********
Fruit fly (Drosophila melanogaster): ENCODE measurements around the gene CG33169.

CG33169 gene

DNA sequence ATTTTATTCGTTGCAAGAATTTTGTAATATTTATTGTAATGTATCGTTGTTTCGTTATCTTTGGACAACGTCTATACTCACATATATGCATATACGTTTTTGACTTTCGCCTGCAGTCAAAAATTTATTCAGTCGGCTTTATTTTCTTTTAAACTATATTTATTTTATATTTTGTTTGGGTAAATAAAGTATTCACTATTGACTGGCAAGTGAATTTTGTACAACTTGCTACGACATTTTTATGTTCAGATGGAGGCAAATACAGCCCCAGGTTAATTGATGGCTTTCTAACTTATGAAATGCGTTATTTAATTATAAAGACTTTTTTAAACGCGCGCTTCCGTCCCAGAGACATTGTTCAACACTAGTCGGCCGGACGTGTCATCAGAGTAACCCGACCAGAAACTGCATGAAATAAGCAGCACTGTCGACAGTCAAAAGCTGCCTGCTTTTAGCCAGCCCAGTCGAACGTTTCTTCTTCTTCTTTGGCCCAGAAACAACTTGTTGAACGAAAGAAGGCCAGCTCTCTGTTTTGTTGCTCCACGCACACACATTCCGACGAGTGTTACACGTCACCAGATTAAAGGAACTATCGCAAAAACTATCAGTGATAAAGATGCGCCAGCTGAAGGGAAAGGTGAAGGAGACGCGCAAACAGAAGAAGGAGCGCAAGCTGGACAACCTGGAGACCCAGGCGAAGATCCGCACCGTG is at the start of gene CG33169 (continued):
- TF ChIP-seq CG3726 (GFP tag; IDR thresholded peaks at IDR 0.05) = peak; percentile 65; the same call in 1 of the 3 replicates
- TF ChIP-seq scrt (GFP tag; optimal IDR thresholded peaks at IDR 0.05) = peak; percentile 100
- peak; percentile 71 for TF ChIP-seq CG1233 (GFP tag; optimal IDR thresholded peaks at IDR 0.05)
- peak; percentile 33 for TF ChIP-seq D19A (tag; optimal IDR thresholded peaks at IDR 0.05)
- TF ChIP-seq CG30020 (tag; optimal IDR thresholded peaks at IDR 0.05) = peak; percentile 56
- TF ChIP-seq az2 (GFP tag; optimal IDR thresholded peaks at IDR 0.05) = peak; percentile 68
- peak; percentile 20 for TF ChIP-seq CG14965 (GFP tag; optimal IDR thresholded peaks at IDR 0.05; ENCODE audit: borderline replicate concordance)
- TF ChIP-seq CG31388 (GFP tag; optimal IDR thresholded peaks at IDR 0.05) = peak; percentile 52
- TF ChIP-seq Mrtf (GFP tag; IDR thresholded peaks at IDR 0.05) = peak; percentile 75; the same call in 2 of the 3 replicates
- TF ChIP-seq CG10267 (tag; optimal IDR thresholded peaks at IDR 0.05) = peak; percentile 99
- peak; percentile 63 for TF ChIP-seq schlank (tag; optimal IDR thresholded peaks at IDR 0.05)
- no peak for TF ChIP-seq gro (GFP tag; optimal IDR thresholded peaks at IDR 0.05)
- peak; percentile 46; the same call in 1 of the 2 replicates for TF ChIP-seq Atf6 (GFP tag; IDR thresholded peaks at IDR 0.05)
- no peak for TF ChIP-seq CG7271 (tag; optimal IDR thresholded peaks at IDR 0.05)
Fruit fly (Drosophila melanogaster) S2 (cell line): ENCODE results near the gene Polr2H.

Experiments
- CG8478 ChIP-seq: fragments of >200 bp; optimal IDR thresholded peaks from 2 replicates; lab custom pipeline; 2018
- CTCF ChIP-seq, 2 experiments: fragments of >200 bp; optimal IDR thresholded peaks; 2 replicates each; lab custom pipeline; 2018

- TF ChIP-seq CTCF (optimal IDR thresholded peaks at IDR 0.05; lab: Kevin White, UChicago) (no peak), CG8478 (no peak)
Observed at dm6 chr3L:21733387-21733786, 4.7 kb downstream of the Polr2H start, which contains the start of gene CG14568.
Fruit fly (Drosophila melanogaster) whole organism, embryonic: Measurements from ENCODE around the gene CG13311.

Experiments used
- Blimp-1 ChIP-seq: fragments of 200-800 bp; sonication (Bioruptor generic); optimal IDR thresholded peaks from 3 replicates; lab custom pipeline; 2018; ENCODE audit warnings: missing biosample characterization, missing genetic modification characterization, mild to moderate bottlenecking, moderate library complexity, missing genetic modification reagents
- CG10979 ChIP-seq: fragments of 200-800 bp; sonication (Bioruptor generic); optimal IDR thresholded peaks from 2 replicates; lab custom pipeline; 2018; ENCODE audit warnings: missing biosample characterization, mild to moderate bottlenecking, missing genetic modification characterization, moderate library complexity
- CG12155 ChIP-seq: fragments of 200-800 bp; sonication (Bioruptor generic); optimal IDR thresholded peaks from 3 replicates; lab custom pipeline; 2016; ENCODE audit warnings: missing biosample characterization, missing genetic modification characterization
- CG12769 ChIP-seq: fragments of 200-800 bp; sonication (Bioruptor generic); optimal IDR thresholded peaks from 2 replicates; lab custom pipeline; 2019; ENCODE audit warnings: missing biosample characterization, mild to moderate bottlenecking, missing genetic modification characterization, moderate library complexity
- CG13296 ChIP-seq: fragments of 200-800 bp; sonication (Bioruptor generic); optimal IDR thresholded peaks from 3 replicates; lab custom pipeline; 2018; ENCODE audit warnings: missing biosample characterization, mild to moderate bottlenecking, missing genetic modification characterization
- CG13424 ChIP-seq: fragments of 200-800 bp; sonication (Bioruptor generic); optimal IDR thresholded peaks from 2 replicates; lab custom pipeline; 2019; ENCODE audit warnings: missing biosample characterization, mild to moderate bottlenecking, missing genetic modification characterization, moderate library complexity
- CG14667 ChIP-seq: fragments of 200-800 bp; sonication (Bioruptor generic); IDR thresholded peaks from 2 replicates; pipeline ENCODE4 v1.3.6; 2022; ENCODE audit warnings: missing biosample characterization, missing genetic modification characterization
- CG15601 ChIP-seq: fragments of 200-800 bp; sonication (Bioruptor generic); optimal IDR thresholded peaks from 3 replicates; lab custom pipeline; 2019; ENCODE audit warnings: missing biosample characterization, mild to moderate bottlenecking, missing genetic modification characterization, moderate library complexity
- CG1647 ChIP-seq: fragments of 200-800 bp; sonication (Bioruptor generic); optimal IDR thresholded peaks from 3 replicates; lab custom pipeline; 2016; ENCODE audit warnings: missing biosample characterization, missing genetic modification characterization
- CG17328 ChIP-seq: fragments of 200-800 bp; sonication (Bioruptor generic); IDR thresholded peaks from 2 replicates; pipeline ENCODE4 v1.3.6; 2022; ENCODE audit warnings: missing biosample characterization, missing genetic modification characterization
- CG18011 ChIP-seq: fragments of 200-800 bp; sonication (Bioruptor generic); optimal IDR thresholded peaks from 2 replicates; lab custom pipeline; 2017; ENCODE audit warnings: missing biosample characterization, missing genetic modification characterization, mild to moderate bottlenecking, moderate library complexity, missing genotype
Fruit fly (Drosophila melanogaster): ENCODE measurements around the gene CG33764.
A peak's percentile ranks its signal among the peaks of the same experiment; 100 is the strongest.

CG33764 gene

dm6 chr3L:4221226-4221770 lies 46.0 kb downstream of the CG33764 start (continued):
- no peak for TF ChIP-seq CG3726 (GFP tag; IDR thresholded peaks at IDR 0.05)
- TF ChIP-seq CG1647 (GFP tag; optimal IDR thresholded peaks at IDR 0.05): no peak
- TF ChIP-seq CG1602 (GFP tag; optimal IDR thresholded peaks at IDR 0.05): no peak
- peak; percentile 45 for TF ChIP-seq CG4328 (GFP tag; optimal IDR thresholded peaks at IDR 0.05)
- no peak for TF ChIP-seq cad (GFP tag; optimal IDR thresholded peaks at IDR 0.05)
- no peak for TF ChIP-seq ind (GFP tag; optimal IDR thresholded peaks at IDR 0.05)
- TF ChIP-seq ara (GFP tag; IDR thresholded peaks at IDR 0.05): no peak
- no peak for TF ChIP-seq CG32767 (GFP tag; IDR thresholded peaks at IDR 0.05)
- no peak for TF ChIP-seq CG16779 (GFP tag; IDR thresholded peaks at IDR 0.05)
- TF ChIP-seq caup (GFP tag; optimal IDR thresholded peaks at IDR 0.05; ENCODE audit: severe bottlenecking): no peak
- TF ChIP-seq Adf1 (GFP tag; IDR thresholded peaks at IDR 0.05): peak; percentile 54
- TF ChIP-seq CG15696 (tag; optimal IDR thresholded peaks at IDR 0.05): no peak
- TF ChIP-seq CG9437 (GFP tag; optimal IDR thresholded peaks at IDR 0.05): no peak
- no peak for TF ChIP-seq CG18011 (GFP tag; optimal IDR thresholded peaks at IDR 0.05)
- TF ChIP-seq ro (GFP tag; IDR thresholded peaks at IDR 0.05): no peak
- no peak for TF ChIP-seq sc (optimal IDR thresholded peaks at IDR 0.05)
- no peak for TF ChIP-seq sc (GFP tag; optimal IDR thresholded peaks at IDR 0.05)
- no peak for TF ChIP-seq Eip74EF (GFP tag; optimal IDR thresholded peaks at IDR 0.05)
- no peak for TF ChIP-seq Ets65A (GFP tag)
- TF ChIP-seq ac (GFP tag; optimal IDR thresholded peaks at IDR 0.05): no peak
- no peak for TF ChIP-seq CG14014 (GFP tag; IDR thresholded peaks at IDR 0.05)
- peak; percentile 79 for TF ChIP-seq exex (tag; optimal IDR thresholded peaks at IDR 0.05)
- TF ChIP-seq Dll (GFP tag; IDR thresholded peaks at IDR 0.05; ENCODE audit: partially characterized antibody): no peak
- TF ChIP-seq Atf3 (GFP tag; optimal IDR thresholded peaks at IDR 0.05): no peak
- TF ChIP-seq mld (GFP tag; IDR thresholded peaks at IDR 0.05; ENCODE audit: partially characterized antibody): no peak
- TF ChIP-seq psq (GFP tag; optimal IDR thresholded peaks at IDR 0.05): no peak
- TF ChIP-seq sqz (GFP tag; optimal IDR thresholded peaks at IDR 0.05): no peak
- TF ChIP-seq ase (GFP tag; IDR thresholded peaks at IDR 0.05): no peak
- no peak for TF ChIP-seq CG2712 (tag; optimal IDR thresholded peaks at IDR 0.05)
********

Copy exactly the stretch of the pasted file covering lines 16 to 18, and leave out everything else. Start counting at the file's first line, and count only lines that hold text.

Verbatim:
- peak; percentile 46; the same call in 1 of the 2 replicates for TF ChIP-seq Atf6 (GFP tag; IDR thresholded peaks at IDR 0.05)
- no peak for TF ChIP-seq CG7271 (tag; optimal IDR thresholded peaks at IDR 0.05)
Fruit fly (Drosophila melanogaster) S2 (cell line): ENCODE results near the gene Polr2H.